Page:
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$149 USD

Leveraging Systems: Thinking for Adaptive Challenges

Leveragig Systems Thinking

Adaptive challenges (as coined by Ron Heifetz of Harvard’s Kennedy School of Government) are new to the organization, have no easy answers, and typically generate contentious debate. Learn how Systems Thinking guides individuals and work groups through adaptive challenges with productive, communal learning, solution testing, and stakeholder buy-in.

Adaptive challenges often bring opposing viewpoints to the table: executives from an acquired company and their counterparts from the buyer company; inventors with a specific product vision and marketers with their own (and vastly different) vision; Democrats with their healthcare plan and Republicans with another.

Instructors Chris Soderquist and Craig Weber introduce you to a process for turning fractured work groups into solution-oriented learning teams that successfully address adaptive challenges. Using real-world examples, Chris and Craig demonstrate how Systems Thinking can be used to develop high-leverage solutions by improving work team communication, analyzing issues holistically, and developing a more systemic view. You’ll develop practical skills for engaging team members with divergent viewpoints to reach common understanding and work together to achieve buy-in from other stakeholders.

Each class is followed with a question and answer session with Chris. Online access to these class recordings, sample models, handouts, and homework assignments are included to cement your learning.

Course Overview

Class 1: Framing Adaptive Challenges

Ensure your adaptive change process starts on the right track with an “out of the weeds” and “onto the balcony” perspective:

  • define the complex, adaptive changes facing your organization
  • identify the key stakeholders who should – and shouldn’t – be involved in the change process
  • determine the group’s capacity for discussing the adaptive challenge and barriers to productive engagement in the work

Class 2: Engaging Others

Increase the group’s capacity for doing adaptive work by increasing the quality of conversations.

  • surface and integrate disagreements through productive, rigorous dialogue
  • use the stock/flow language of STELLA and iThink as a framework for group facilitation
  • map systems to reduce defensive routines

Class 3: Building Simple and Effective Mental Models

Build collective understanding using Systems Thinking maps and simulation capabilities.

  • distinguish symptoms from causes to understand what is happening in a rapidly evolving system
  • determine where feedback loops and unintended consequences present hurdles to adaptive change
  • find ways to engender buy-in from stakeholders

Class 4: Developing a Culture of Continual Learning

Create a framework for embedding Systems Thinking and the conversational capacities you’ve learned into your organization.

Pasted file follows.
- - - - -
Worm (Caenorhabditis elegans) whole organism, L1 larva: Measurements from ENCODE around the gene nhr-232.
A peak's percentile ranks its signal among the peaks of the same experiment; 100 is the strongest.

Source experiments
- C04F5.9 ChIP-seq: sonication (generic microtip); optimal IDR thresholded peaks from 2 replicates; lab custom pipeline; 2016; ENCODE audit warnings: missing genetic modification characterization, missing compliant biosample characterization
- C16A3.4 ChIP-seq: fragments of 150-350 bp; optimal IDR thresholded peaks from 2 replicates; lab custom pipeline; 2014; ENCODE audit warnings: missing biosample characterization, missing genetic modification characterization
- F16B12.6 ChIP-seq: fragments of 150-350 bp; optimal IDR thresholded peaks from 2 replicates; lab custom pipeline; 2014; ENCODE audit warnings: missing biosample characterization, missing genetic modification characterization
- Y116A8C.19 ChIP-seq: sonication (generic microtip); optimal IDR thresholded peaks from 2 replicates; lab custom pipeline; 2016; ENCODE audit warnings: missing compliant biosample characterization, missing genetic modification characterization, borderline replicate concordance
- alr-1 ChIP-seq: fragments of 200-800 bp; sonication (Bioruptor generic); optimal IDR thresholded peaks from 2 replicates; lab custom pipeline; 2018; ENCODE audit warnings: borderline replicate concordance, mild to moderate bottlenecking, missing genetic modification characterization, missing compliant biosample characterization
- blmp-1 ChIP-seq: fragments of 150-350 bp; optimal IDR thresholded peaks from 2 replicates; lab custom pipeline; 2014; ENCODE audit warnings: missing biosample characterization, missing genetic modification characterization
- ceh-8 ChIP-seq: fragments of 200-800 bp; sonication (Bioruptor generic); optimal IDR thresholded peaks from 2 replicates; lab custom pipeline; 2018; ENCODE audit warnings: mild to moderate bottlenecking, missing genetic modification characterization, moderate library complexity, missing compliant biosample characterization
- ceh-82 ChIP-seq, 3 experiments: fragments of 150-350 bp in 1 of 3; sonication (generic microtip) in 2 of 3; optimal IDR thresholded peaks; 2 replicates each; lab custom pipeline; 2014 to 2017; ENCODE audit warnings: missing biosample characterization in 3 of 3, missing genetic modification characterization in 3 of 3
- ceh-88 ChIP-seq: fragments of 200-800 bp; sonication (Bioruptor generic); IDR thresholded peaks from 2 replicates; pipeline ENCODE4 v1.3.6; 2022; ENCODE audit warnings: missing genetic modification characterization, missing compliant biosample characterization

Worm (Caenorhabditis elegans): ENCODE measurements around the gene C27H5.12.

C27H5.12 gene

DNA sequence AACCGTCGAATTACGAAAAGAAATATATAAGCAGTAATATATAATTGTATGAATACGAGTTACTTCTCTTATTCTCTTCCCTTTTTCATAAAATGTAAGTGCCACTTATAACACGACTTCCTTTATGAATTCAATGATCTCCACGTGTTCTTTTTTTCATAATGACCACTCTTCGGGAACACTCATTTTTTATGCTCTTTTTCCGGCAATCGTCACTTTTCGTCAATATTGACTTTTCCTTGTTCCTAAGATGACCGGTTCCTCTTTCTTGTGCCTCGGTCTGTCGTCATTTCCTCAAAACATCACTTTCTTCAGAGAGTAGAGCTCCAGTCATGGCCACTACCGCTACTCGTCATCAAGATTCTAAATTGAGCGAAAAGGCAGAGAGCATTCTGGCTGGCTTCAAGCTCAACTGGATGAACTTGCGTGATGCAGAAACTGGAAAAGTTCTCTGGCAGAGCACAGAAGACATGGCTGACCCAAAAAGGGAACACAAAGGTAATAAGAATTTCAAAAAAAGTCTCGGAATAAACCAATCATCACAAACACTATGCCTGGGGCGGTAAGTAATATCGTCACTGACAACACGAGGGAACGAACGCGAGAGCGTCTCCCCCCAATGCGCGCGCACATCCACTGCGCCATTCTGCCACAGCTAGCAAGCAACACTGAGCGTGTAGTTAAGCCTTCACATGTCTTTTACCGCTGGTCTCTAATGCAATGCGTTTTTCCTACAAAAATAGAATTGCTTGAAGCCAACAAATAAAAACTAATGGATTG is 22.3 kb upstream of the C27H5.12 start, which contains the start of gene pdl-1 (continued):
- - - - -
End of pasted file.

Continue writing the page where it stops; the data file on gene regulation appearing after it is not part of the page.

• use every problem, meeting, or conversation as an opportunity to learn and improve
  • monitor change implementation with a dynamic dashboard and build a library of models to improve on-going Systems Thinking
  • tie Systems Thinking and conversational skills into a decision-making process that works by generating “honest to goodness” buy-in
Chris Soderquist

About the Instructor

Chris Soderquist is the president of Pontifex Consulting and a long-time partner of isee systems. Chris has over sixteen years experience helping organizations apply the principles of System Thinking to achieve their strategic goals. During that time he has provided consulting and training to organizations in the public and private sector, including teaching systems thinking (for health policy) to legislators in Georgia, New Hampshire and Kansas. Clients include: Boeing, Center for Disease Control and Prevention, Dow Chemical, Hewlett-Packard, Nissan, UNDP, World Bank, and the World Economic Forum.

Craig Weber

About the Instructor

Craig Weber is the founder of The Weber Consulting Group, an alliance that helps managers, teams and executives develop actionable competencies for leadership, teamwork and change. His cogent work focuses on improving the caliber of collaboration as people engage difficult, complex, non-routine challenges.

Craig's formal education in organizational development at BYU-Hawaii and organizational psychology at Columbia University, combined with his extensive consulting work, has led to a distinctive approach improving the caliber of collaboration as people engage their toughest challenges. He has worked with people and teams from such organizations as Boeing, Vistage, Pfizer, The US Air Force, Clif Bar, Sense Corp, Novo Nordisk, and Los Alamos National Labs. He has conducted graduate and executive development seminars at the American Graduate School of International Management (Thunderbird), Santa Clara University, and the Work Place Learning Institute at Columbia University.

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